THERE are tasks you wouldn’t think should be entrusted to an 18-year-old who hadn’t played a senior game of football until three months ago.
Say, for instance, the taking of an 83rd-minute penalty on which it could be claimed might rest the future survival of your administration-stricken football club.
That is the position Dunfermline full-back Ross Millen found himself in at the conclusion of a quite extraordinary First Division play-off semi-final second leg against Forfar.
To the watcher, it seemed as if all sorts of head-messers must have been slewing round his mind as he stepped up to take the kick. Conversion was required to tie the scores on aggregate at 4-4, and make it 3-1 for Jim Jefferies’ side on the day. A miss and the prospect of opponents then reduced to nine men – as they had been since the 64th minute – holding out despite a battering would have become very real. In that scenario there were many – overly-dramatically it must be said – venturing that demotion to the Second Division would cost jobs and livelihoods and potentially leave the Fife club unattractive to any would-be buyers.
Yet, that Millen was very much the right man, nay boy for the responsibility that came his way because Stephen Husband had missed a penalty for the home side in a frantic opening spell, was demonstrated by his response afterwards to whether he had thought about what it might have meant if he had missed it. “I wouldn’t have missed it,” the teenage son of fine Scottish football servant Andy Millen instantly retorted, the kick buried imperiously into the left-hand corner of Darren Hill’s net. “There was no pressure on me, after Hubie missed the first one, I said just gie me the ball and I’ll take it.”
It wasn’t decided beforehand this was the spot-kick taking order. Millen, with nerves of steel, claimed the honour and in so doing decided the tie, effectively. Seconds later Iain Campbell, who had scored directly from a corner in the opening minutes to put his team 4-1 up in the tie following the previous Wednesday’s win in Angus, became the third player from his team to see red. Referee Stevie O’Reilly could take no more of his vituperations over the penalty award, which seemed horribly harsh in being the product of a Craig Dargo flick that struck the arm of Willie Robertson, which was at his side, from close range.
Forfar manager Dick Campbell was not begrudging of his old club’s win but was begrudging of O’Reilly’s part in proceedings, which included sending him to the stand after he lost it with the Dunfermline bench for their uproar over an Alan Dunlop tackle, that led to the visitors second red card. Yet, the niggly, clumsy nature of his players’ challenges – Dunlop deserving to go as did Mark McCulloch, Campbell acknowledged, for downing Dargo in the box 15 minutes in – did for his team.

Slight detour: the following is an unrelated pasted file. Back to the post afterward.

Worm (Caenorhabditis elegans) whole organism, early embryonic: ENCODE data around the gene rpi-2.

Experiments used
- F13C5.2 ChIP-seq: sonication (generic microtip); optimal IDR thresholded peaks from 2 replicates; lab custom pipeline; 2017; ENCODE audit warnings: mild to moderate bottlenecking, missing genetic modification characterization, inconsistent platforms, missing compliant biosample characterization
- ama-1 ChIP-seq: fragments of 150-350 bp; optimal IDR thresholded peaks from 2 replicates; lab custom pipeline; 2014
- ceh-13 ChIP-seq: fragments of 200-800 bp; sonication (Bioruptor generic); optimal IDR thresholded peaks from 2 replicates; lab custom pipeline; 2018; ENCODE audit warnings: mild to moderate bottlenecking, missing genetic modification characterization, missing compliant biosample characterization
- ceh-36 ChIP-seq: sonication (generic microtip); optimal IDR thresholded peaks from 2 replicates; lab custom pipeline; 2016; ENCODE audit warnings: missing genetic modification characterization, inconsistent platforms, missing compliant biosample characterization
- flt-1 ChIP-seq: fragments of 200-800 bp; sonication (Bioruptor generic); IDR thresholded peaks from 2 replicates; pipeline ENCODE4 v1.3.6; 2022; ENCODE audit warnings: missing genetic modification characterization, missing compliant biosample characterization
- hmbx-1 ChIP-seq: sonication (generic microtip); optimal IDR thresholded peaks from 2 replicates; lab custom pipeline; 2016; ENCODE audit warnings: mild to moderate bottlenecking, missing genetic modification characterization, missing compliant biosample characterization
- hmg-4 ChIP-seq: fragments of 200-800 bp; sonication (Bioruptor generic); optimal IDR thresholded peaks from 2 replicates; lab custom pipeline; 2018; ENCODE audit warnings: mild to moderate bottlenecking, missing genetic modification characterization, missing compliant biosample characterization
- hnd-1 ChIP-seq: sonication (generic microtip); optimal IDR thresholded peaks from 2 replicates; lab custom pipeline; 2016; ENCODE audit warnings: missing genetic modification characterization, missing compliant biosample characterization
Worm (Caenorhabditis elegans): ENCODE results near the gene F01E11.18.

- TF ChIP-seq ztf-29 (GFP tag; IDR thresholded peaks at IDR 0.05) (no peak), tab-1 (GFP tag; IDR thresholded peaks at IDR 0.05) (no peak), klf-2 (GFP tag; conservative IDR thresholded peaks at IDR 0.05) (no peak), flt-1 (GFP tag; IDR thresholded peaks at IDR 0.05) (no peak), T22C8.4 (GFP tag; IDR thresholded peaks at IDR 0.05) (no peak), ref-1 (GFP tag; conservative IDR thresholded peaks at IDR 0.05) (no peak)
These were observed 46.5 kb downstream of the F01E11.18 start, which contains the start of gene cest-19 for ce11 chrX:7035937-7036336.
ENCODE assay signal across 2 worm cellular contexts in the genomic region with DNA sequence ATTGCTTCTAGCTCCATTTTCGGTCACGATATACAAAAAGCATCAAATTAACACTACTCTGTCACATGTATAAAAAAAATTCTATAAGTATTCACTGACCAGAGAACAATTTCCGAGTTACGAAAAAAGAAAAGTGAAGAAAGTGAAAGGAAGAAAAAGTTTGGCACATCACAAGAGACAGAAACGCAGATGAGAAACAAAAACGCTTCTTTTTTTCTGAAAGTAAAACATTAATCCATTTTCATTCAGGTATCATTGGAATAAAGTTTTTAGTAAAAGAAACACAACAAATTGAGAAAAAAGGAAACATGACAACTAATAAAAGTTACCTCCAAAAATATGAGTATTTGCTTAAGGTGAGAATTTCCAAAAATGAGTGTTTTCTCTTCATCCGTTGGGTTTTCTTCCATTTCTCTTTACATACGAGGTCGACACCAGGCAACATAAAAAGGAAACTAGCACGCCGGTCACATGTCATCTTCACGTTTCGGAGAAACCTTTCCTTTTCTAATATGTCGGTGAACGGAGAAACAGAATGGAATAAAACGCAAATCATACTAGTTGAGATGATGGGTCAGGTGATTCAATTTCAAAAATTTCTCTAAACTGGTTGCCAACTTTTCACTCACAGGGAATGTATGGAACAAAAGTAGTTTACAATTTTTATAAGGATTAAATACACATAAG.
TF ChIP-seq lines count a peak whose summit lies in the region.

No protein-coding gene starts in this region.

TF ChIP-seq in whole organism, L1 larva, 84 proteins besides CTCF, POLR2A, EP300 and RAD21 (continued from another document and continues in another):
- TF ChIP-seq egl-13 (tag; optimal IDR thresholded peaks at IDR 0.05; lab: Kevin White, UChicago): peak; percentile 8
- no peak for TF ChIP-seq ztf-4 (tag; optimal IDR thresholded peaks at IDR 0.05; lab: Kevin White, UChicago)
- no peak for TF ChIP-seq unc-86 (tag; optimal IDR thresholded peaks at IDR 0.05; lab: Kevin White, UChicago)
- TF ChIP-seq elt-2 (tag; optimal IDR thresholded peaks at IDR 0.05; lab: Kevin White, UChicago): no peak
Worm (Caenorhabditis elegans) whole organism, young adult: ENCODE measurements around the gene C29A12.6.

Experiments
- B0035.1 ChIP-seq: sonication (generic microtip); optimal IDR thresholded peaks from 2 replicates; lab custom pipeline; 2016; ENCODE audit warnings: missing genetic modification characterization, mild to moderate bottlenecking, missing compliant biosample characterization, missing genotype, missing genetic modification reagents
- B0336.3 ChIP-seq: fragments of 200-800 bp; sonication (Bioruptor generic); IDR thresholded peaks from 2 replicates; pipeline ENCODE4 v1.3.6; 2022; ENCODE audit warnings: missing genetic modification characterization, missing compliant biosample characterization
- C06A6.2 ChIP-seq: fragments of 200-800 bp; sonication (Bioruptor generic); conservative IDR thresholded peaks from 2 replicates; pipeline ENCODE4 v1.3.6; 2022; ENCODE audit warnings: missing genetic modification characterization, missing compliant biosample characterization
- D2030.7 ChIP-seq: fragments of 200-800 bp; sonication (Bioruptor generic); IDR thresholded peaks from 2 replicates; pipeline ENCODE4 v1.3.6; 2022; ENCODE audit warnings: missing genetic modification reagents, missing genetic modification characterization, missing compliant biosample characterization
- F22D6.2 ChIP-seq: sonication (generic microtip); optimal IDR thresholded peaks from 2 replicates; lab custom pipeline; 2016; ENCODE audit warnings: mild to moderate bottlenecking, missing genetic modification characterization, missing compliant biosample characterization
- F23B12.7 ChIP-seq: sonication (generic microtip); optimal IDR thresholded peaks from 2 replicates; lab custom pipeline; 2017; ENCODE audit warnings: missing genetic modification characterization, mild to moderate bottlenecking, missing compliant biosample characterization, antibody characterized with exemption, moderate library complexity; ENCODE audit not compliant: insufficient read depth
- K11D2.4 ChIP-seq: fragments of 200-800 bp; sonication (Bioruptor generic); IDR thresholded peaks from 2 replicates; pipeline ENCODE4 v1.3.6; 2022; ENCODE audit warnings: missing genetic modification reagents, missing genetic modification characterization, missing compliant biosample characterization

The 6-1 scoreline was harsh on Campbell’s side, though. After clinging on to as nine part-timers to lose only one goal – a Ryan Thomson strike after 71 minutes – before Millen’s penalty their resistance was broken in extra-time by pot shots from outside and around the box that allowed Alan Smith to put Dunfermline on course for a play-off final against Alloa and allowed Husband to bag a couple.
For Millen, the old adage about it not being over till it’s over was called to mind by their resurrecting of the tie – which Jefferies acknowledged came with the help of self-inflicted Forfar wounds. “Even after they scored, there was another 85 minutes to go,” he said. “We may have seemed up against it [then and after the first leg] but we have been up against it often in the second half of the season and kept our heads up.
“These games are over two 90 minutes and what we have to do now is go to Alloa [on Wednesday] and do better than we did in the first game with Forfar. What we will take from this is confidence and it will get the team spirit up a bit, but it is back to zero-zero. No job has been done.” But, against all the odds, Dunfermline and their young team still have a chance of doing their job and passing on responsibility to the administrators and backers to do theirs.